From Radicalization to the battle ground, and back to organized crime

Individuals who have been radicalized tend to go to battle grounds where conflicts are present and join the organization they sympathize with as stated earlier. This takes place for two primary reasons: Firstly, individuals who travel overseas to join the organization further undergo ideological indoctrination with means of camps, effective speakers and preachers, and the utilization of ideological materials within the camps. Individuals who join the organizations and become foreign fighters are taken to a point of no-return whereby the sympathizer becomes a militant for the organization, and he himself loses his individualistic values and ‘wears on’ the values of the organization that he possesses sympathy for. These individuals, if not treated on their return to their home countries present various dangers to the security of civil society.

According to Basra & Neumann (2016), prisons have been the spotlights whereby by extremist radicalization has taken place as a result of foreign fighters returning back and being incarcerated in prison (Basra & Neumann, 2016: 31). Foreign fighters in prisons, if not incarcerated properly and are permitted to make contact with non-radicalized individuals from other cells in prison tend to act as ‘mobile’ recruiters whereby the individual is indoctrinated with the ideology of the foreign fighter who has had prior terrorism experience. Cherif Kouachi and Amedy Coulibaly were both imprisoned in 2007 for seven months for different crimes, one for armed robberies and theft whilst the other had tried to travel to Iraq for terrorism purposes. Whilst one of them was on his way to radicalization, the latter was not radicalized. Both were then radicalized and mentored by Djamel Beghal (Vincent, 2017). Beghal was an al-Qaida recruiter in Europe who was discovered by Senior al-Qaida operative Abu Zubaydah in 2001. Beghal had travelled to Afghanistan where he was given religious indoctrination and military training. Djamel was given orders by al-Qaida to blow up with U.S embassy in Paris but was stopped in Dubai where he was going to transit to France from Afghanistan. Beghal was then deported to France where he served eight years in prison and met Cherif Kouachi and Amedy Coulibaly (Fyerick, 2015). Keith Broomfield codnamed Gelhat Rumet like Cherif Kouchachi and Amedy Coulibaly also had prior crime experience. According to Orton (2017), Keith was a motorcyclist who usually was against the law. He was sentenced to 18 months in prison for possession of weapons and narcotics, and distribution of methapehatimines. While in prison, Broomfield was most likely mentored by Christian extremists where he stated that ‘he had converted to Christianity and was going to go to the YPG to protect the Christian Kurds (most Kurds are of Sunni origin though). After travelling to YPG territory as a foreign fighter, Broomfield was killed on June 3 2015 in the region of Ayn Al-Arab in Syria (also known as Kobani) (Orton, 2017: 38).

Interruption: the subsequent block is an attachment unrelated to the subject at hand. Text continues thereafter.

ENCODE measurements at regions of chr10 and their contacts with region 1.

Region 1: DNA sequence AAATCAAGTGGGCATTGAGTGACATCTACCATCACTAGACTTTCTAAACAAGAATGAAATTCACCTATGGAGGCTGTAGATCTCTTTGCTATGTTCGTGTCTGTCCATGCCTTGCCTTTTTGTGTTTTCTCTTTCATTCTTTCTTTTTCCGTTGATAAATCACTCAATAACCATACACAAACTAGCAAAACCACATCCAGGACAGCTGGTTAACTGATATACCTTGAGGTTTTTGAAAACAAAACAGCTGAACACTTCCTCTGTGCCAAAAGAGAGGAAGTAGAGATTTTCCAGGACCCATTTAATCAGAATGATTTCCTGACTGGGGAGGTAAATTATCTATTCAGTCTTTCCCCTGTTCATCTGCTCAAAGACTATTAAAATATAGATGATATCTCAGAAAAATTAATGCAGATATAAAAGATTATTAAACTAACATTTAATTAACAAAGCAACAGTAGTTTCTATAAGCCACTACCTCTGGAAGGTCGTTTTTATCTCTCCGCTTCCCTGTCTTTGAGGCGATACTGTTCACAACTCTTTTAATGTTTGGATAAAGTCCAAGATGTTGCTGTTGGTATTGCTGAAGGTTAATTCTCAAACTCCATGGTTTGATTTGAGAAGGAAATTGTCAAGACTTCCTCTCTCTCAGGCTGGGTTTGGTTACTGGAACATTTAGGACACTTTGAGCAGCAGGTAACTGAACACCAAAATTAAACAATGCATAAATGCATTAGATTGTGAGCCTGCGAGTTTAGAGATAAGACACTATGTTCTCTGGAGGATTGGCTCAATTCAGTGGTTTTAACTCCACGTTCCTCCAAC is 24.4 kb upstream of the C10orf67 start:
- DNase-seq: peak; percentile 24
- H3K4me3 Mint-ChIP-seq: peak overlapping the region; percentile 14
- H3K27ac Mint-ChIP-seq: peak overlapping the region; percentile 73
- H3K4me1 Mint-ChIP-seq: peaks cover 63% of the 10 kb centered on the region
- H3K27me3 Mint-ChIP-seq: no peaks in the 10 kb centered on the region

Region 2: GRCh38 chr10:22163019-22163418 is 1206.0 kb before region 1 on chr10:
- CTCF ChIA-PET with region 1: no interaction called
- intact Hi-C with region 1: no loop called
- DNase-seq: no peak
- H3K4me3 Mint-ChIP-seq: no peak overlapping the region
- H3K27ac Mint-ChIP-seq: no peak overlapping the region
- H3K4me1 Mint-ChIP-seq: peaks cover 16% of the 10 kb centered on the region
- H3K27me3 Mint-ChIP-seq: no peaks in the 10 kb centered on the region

Skills transfer is also a major problem faced with foreign fighters returning back to their countries of origin. Three properties of foreign fighters who have had a criminal past exist within this dilemma:  Firstly, foreign fighters who have criminal pasts tend to have easier access to weapons and ammunition; secondly, they are more experienced in staying underground and being undetected by ‘foreign’ and ‘governmental’ entitites. This allows them to create cells and execute attacks much easier. Finally, foreign fighters who have experienced combat in the regions they have travelled to have much lower psychological thresholds to go back to acts of terrorism (Basra & Neumann, 2016: 32) if they are not rehabilitated correctly upon their return.

Aspects of Rehabilitation

Foreign fighters who have become returnees therefore need to go through effective rehabilitation for de-radicalization and disengagement. This is necessary for returnees to reintegrate effectively back into society. Rehabilitation according to Gunarata (2011) is needed because ‘terrorists whether they are operational or extremist supporters believe that violence and other extreme measures are acceptable means to bring about political change. Terrorists and their supporters are not mainstream but are extreme. To facilitate their return to the mainstream from the extreme, they must be rehabilitated. Unless a terrorist is rehabilitated before his release from custody, he is likely to pose a security threat to the government and a societal threat to the community upon his return’ (Gunarata, 2011: 65). According to Horgan & Koehler  (2017), no single typology of terrorism rehabilitation alone exists (Horgan & Koehler, 2017: 12) In this respect, rehabilitation employed by governments should be based upon for key forms: Social rehabilitation, psychological rehabilitation, religious rehabilitation and economic rehabilitation. If rehabilitation is employed properly, returnees can be re-integrated into society and may prove effective in counter-narratives of terrorism propaganda. ISIS defector’s who have gone through rehabilitation will provide insight into the true nature of organizations involved in terrorism activities, their ideology, their propaganda and recruitment techniques, and the projection of their true goals.

Putra and Sukabdi (2014) have identified two types of rehabilitation needed to transform and rehabilitate persons involved in terrorism activities: peripheral routes and central routes. According to the authors, peripheral routes involve applying positive psychology in developing and heightening the quality of life of those being rehabilitated, these include education and socio-economic standards. The central route on the other hand focuses on ideology directly and the proper interpretation of sacred texts. Clerics and charismatic preachers are utilized in the central route of rehabilitation proposed.

Foreign fighters go through seven key behavior transformation with means of government initiated programs. Initially, the context into which the foreign fighter sees’s the world changes. Rather than seeing the struggle as physical, the urge for struggle is channeled into other peaceful means such as that of an ‘economic’ struggle, or one that of ‘to become a better person’. Secondly, sudden interaction with law enforcement officers creates a sense of fear and shock to commit an attack. Thirdly, sudden commitment is seen in foreign fighters and those engaging in terrorism activities to abide by laws in order to avoid the maximum sentence of prison. Fourthly, crisis in which existing strategies are questioned and other peaceful means are sought for in the struggle of the foreign fighter. Fifthly, physical forms of terrorism are questioned even extensively, and the legitimacy of such acts is pondered upon. On a sixth point, mental re-adjustments are seen where thoughts and psychological processes are in-line with the majority of the community. Finally, rewards are seen from law enforcement agencies and his or her community for the change that has come about (Sukabdi, 2015: 45-46).